Ten years ago, we wouldn’t have thought any of these exercises had much value to an Olympic lifter. Because of the influence of the Bulgarian approach in the Olympic weightlifting world throughout the last thirty years, it has often been considered a waste of time to do anything besides the competition lifts, pulls, and squats. However, the Chinese program has done a lot to remind the weightlifting world that various other exercises can provide benefits to the lifter. As someone recently wrote, the Chinese “never met an exercise they didn’t like.” They do lots of things in training that you rarely saw international lifters doing twenty years ago, and their program dominates the world. 
Now, let’s never forget that you have to have fanatical focus on the snatch and clean and jerk if you want to improve in them. To get better at these lifts, you have to practice them above anything else. But let’s just finish with the idea that there are many other weapons in the arsenal, in addition to the big cannons, that will help you win the war.                

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Matt Foreman is the football and track & field coach at Mountain View High School in Phoenix, AZ. A competitive weightliter for twenty years, Foreman is a four-time National Championship bronze medalist, two-time American Open silver medalist, three-time American Open bronze medalist, two-time National Collegiate Champion, 2004 US Olympic Trials competitor, 2000 World University Championship Team USA competitor, and Arizona and Washington state record-holder. He was also First Team All-Region high school football player, lettered in high school wrestling and track, a high school national powerlifting champion, and a Scottish Highland Games competitor. Foreman has coached multiple regional, state, and national champions in track & field, powerlifting, and weightlifting, and was an assistant coach on 5A Arizona state runner-up football and track teams. He is the author of the books Olympic Weightlifting for Masters: Training at 30, 40, 50 & Beyond and Bones of Iron: Collected Articles on the Life of the Strength Athlete.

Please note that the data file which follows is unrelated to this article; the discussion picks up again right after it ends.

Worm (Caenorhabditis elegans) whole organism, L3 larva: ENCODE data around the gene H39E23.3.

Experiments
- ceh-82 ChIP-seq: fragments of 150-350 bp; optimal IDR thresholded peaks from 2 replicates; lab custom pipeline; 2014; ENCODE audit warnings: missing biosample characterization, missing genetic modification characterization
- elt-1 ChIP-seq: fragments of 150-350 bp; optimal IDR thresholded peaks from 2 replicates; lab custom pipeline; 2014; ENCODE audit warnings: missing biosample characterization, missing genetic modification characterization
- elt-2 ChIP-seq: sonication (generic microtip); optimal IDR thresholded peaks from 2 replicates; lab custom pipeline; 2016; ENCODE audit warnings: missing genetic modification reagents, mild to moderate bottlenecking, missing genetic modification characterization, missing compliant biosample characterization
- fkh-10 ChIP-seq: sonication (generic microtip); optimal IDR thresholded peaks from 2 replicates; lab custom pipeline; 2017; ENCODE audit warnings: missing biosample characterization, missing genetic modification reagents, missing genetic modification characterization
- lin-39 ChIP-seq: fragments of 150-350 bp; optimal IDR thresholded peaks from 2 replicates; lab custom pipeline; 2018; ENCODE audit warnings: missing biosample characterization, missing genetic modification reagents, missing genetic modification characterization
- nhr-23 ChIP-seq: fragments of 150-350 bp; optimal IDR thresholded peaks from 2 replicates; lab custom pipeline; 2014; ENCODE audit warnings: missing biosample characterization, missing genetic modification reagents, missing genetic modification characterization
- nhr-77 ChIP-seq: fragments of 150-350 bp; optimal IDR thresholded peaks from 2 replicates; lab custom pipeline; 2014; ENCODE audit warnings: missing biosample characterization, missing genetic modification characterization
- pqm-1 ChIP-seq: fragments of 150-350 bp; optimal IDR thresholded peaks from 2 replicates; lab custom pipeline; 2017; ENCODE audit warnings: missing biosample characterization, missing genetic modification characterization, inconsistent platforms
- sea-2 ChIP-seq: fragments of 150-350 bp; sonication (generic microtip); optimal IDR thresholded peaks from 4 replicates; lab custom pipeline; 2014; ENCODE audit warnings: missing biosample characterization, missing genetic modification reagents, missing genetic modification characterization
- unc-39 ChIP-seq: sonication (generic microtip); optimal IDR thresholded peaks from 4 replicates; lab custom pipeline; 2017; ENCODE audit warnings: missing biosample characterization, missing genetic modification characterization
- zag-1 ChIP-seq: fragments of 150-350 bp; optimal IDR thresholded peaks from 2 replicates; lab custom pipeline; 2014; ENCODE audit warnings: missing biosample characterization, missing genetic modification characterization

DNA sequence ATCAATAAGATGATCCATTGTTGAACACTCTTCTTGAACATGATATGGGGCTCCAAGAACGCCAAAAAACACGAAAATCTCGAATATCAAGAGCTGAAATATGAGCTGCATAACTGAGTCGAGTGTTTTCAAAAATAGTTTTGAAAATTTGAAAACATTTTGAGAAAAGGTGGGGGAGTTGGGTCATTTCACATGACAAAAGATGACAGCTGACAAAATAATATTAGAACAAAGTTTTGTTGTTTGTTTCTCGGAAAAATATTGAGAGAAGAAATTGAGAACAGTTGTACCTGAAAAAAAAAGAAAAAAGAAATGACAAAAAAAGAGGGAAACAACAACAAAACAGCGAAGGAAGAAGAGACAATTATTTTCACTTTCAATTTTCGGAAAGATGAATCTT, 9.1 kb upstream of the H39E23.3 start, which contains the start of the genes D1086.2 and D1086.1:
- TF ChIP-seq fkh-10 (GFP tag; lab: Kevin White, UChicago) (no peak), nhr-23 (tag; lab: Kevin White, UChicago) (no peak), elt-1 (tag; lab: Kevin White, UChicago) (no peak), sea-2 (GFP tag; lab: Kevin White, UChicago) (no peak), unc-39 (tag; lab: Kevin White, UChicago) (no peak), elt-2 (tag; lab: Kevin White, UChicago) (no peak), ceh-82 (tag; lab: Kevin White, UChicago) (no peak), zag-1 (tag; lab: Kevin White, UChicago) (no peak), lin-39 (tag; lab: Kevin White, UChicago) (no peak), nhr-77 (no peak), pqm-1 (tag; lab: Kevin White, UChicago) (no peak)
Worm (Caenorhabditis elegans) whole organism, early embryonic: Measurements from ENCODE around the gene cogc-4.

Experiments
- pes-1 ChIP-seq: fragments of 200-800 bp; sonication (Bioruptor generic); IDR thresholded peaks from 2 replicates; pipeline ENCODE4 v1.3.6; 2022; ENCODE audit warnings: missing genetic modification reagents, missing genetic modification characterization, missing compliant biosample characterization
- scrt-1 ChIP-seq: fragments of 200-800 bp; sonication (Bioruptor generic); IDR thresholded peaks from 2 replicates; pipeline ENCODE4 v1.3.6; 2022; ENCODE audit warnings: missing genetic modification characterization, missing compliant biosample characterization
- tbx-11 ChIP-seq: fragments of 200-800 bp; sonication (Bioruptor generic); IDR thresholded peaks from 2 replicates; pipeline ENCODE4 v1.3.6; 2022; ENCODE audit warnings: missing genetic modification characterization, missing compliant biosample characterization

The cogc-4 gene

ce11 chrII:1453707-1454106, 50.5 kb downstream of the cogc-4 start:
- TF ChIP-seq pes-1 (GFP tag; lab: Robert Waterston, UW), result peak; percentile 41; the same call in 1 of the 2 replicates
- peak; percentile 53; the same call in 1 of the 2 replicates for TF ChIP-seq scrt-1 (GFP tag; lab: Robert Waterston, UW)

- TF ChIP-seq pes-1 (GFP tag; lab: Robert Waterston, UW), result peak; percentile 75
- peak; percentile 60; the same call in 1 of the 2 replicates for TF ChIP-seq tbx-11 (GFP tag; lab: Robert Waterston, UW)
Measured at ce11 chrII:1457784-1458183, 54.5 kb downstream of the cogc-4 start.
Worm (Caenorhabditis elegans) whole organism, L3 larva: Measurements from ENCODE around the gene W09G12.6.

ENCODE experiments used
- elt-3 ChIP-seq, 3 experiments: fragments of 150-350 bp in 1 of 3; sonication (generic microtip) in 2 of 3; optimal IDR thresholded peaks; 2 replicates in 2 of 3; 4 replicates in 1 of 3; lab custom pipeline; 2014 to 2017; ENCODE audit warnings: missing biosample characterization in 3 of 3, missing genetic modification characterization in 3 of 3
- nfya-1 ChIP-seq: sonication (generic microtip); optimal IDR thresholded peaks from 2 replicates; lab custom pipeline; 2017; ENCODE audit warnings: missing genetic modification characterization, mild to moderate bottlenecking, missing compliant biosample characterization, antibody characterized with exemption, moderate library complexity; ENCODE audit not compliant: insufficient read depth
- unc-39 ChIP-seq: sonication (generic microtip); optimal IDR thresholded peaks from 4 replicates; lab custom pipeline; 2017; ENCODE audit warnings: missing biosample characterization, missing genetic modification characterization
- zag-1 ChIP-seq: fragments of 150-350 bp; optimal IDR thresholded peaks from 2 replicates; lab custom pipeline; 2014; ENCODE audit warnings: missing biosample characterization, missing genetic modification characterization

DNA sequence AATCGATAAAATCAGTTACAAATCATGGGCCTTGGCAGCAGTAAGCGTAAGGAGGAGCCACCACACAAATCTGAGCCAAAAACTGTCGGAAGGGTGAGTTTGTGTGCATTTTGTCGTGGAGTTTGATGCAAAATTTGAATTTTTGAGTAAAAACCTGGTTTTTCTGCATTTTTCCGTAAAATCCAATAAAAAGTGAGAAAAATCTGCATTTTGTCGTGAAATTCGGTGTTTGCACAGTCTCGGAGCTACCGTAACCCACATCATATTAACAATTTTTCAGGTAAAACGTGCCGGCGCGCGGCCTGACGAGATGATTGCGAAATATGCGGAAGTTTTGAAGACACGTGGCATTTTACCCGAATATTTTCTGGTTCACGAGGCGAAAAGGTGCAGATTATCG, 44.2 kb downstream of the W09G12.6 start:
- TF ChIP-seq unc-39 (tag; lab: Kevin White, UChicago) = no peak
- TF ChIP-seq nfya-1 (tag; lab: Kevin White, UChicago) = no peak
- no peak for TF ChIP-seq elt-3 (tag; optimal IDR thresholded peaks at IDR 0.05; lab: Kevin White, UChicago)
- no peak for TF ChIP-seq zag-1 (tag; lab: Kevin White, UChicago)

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Iain 2011-11-09
My favourite exercise name of all-time has to be the 'Allo Darlin'.
A wee core grinder I used to use in abs classes - the athletes lies on the ground face up and raises their straightened legs about a foot from the ground. They then open them by about a foot and a half apart, hold the position for a few seconds, then close them again. This is one rep. Apparently first used by the US Navy in the 50's as an on-ship calisthenic exercise: the sailors named them thus because they associated this particular movement with the, erm, "ladies" they would meet on shore leave.
Greg Everett 2011-11-09
We have a hip warm-up drill called Good-Girl / Bad Girl.... And there is of course the Oh-Susie.
Joshua Davis 2015-10-20
I lifted with someone that referred to any snatch balance / drop snatch movement as squishies.

Like "Ok, you are done with snatches, now do some squishies".